The MAD lifestyle is a social one, so we’re definitely not here to squander your fun. However, we ARE here to arm you with as much legitimate information as possible when it comes to making decisions and creating habits impacting your health.
One of the first questions we get from clients starting out with the MAD Nutrition Blueprint involves how alcohol can (or can’t) be incorporated into blueprint implementation.
Short answer: of course you can incorporate it into your lifestyle. But like anything, excess can be dangerous, so you simply want to execute mindfulness when imbibing and understand the tradeoffs of boozing when also aiming to lead a healthy lifestyle.
Since we’re in the business of strength and conditioning, and since you can barely participate in a group fitness class or bootcamp these days without being seduced by the post workout happy hour or brewery-collaborated fitness event (full disclosure: even as we sit here writing this, we’ll be the first to admit that we’ve invited local breweries to come in and serve a post-MAD beer), we specifically want to call attention to how alcohol affects performance and recovery in the post-workout window.
Glycogen + muscle synthesis
As thoroughly covered in this blog post, following your training session in the MADhouse (or wherever you train), it’s crucial to replenish glycogen stores and stimulate muscle protein synthesis. This is why you’ll see post-workout guidelines that entail a combination of carbs and protein in our Nutrition Blueprint.
As much fun as all those “post workout happy hours” may be, guzzling down a cold one after you train doesn’t exactly qualify as a quality post workout carb source. Contrarily, consuming alcohol immediately after your training session directly interferes with glycogen replenishment and buffers the muscle protein synthesis process by over 35%.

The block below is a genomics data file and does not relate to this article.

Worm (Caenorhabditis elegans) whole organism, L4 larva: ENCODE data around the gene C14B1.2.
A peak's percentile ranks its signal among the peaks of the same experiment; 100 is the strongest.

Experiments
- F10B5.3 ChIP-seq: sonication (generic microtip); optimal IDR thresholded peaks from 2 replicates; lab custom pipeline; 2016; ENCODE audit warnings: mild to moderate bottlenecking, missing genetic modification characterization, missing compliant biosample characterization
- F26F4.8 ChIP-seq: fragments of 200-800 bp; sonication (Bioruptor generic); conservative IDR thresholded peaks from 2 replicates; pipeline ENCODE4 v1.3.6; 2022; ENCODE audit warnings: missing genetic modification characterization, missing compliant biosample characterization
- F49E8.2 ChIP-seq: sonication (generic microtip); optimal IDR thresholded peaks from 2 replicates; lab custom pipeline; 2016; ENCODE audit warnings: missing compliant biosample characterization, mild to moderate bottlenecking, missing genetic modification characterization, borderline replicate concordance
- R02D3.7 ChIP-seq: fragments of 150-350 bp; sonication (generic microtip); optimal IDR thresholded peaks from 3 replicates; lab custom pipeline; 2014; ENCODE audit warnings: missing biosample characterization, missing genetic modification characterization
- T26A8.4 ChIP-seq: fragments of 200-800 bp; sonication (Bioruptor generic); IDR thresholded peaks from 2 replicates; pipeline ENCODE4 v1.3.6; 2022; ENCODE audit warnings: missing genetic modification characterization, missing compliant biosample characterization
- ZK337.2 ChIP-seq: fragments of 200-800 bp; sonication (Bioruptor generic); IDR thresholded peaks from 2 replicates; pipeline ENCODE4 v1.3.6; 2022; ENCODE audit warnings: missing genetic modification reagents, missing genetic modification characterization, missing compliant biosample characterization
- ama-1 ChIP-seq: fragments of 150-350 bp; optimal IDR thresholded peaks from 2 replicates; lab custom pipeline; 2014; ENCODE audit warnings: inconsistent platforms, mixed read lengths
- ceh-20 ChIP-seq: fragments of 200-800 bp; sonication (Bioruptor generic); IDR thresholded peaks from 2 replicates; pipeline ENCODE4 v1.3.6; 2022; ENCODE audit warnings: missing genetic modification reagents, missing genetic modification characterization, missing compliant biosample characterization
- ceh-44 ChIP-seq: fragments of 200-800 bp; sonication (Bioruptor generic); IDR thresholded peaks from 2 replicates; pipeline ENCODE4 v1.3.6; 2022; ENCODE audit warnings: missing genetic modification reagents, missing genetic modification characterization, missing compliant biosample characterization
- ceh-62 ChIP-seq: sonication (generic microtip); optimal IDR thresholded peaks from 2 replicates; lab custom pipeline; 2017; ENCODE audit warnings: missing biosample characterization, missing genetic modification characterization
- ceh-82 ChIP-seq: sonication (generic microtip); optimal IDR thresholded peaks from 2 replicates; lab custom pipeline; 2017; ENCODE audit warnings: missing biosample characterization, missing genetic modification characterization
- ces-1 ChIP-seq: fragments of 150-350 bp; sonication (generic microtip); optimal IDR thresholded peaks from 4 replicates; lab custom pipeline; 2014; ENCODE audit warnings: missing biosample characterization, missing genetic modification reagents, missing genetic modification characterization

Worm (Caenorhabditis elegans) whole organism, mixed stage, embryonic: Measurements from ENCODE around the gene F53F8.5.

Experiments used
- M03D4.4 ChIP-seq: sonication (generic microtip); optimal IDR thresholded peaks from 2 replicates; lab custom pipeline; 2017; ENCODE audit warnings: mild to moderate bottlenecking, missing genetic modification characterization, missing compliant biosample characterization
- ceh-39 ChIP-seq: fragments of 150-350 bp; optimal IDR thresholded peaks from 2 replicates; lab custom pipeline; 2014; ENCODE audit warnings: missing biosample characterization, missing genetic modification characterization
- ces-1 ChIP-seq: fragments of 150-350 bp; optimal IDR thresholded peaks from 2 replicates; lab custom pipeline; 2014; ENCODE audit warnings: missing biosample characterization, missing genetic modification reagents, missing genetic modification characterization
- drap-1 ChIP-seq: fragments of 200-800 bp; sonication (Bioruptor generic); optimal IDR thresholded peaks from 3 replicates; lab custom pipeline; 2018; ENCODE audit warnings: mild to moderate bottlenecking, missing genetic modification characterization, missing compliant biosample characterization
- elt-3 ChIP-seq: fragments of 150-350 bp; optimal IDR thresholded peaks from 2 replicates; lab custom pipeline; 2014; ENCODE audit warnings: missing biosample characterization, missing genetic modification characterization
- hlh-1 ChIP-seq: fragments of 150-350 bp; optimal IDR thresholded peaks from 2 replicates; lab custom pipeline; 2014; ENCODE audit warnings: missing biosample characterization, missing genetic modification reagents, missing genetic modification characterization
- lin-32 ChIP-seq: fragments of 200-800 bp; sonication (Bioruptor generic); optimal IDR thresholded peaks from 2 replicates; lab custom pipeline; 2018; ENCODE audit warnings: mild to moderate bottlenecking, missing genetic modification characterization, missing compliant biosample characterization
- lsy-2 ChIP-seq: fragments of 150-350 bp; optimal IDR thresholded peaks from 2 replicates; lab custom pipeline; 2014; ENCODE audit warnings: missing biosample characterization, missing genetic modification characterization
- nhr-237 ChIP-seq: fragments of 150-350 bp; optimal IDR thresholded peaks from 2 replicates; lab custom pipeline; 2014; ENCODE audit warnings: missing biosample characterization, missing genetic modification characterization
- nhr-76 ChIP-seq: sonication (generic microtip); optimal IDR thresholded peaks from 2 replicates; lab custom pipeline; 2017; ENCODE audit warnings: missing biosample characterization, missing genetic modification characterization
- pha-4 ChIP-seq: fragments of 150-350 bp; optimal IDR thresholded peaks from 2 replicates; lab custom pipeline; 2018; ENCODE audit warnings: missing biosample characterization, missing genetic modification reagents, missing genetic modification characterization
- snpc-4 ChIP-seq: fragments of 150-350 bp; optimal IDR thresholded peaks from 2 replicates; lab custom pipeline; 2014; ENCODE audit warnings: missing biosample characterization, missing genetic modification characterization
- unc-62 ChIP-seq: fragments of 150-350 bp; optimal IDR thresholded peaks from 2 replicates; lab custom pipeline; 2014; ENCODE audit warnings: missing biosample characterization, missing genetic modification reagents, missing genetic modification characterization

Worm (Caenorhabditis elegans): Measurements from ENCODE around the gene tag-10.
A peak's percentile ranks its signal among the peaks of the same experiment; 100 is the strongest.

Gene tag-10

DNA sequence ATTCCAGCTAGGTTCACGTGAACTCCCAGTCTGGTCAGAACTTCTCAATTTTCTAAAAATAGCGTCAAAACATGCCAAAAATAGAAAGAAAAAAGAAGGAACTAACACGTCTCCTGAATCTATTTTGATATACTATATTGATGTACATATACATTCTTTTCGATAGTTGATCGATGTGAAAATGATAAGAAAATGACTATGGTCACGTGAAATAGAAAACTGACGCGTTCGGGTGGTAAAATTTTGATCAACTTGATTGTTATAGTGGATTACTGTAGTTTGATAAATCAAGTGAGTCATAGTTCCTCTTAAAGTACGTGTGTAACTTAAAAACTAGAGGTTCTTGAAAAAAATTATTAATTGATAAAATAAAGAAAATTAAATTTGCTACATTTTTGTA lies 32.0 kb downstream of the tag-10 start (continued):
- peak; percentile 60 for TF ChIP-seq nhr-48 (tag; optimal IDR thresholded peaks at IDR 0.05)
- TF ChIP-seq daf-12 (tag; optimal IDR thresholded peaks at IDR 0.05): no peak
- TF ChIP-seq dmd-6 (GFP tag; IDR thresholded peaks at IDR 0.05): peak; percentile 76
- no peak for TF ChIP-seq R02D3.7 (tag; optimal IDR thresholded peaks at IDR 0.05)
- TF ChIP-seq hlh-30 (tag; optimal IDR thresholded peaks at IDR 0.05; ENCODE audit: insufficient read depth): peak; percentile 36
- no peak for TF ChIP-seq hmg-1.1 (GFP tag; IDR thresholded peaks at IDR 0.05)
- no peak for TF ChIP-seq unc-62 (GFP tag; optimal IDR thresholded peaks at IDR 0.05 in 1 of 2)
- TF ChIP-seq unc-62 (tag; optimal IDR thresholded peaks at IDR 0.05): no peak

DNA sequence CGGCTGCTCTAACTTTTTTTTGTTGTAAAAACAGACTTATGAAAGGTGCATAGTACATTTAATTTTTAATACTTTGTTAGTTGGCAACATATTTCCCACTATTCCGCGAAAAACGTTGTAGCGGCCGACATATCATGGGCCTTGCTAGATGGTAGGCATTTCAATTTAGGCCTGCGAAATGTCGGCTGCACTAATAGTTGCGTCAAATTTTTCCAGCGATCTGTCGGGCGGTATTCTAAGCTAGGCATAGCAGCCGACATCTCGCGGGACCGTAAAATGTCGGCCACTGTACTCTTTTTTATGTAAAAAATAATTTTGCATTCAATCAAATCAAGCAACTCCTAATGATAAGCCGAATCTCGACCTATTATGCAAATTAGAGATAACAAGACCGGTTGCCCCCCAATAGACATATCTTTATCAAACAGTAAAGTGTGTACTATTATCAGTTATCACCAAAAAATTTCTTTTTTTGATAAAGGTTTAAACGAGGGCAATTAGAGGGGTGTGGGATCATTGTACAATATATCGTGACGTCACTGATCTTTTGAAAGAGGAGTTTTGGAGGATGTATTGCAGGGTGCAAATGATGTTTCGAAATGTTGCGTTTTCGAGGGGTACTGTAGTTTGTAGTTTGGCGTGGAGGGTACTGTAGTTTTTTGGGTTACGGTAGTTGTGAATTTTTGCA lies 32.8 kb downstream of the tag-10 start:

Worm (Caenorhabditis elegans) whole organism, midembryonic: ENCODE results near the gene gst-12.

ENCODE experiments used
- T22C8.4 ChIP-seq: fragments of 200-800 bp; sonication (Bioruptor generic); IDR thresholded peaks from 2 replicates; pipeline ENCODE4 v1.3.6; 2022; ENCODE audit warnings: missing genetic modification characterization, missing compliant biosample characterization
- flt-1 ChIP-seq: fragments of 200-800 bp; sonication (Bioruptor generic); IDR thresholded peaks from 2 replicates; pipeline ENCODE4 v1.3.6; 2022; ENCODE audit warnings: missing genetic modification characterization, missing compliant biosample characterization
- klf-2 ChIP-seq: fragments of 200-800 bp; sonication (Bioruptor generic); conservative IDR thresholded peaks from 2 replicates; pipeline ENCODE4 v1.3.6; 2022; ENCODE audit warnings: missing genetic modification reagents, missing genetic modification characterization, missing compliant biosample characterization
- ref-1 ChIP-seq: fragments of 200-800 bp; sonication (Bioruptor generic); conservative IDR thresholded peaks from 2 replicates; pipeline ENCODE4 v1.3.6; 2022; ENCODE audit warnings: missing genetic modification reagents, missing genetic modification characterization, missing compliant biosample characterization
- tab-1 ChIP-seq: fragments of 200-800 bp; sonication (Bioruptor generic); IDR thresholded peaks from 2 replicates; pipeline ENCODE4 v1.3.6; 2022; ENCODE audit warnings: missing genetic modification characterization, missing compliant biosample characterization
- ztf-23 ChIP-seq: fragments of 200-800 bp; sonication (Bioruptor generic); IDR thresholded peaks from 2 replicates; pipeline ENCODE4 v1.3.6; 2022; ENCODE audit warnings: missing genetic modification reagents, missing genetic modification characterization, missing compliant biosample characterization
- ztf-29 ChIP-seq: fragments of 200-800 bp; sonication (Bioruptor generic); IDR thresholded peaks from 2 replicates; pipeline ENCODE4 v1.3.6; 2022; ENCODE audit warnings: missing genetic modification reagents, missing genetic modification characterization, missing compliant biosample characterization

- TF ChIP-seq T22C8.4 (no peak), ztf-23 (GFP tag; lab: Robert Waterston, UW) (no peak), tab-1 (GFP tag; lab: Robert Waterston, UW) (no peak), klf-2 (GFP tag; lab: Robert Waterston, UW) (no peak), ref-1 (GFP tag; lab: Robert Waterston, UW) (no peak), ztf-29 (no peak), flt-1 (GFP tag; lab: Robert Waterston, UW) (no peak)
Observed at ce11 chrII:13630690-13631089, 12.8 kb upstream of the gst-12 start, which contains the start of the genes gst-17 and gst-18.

Let’s talk hydration.
You all probably don’t need us to inform you that alcohol affects hydration status. Hello, hangover! In addition to consuming adequate protein and carbohydrates post-workout, hydration has a direct line to your recovery. At this point, you’re probably doing the math. Post-workout boozing ≠ hydration. Plain and simple, it will prolong your recovery time.
If you ARE partaking in a post-workout happy hour, we’re assuming it has a PM attached to the time stamp. With that in mind, maybe you’re looking at that beverage as a means of coaxing you into an early bed time.
Not to be a bubble burster…but allow us to burst your bubble. While alcohol may enable you to fall asleep faster, the quality of sleep will be subpar. Alcohol consumption disrupts the most restorative portion of your sleep cycle – rapid eye movement (REM) sleep...and sleep debt flat out sucks. Feeling like garbage aside, chronic sleep debt contributes to poor nutritional choices, increased injury risk, and impaired recovery.
HORMONES (yes…men have them too)!
Cortisol (your stress hormone) and testosterone (a sex hormone usually associated with men; however, women also produce it in small amounts) are two key players impacting muscle growth. Cortisol fuels protein breakdown (when you’re training), while testosterone enhances protein synthesis (when you’re recovering). Alcohol consumption - particularly in the post-workout window - slows down testosterone secretion which, over time, can adversely affect the results from the hours you put in on the training floor.
Consider your priorities
In no way are we saying to stop drinking (if you know us well at all, you’d probably laugh at that prospect). But if you’re prioritizing tangible improvements in your performance or body composition, it’s probably best to first consume that carb- and protein-rich post-workout meal, and give yourself some time to digest that before taking down the harder stuff.
Lastly, no one’s placing judgment on you if you DO choose to enjoy a beer after your workout (and if they are…they’ve probably got their own baggage to deal with). If you’re doing so as an emotional, social, or mental release and could give a flying donut about the boozy interference in your physical recovery, that's cool. It’s unreasonable to assume (or expect) that every single form of physical activity in which you engage is driven by some insane obsession with “gains.” Either way, we feel it’s important to equip you with the knowledge to make well-informed, health-related decisions.
Party on, Wayne.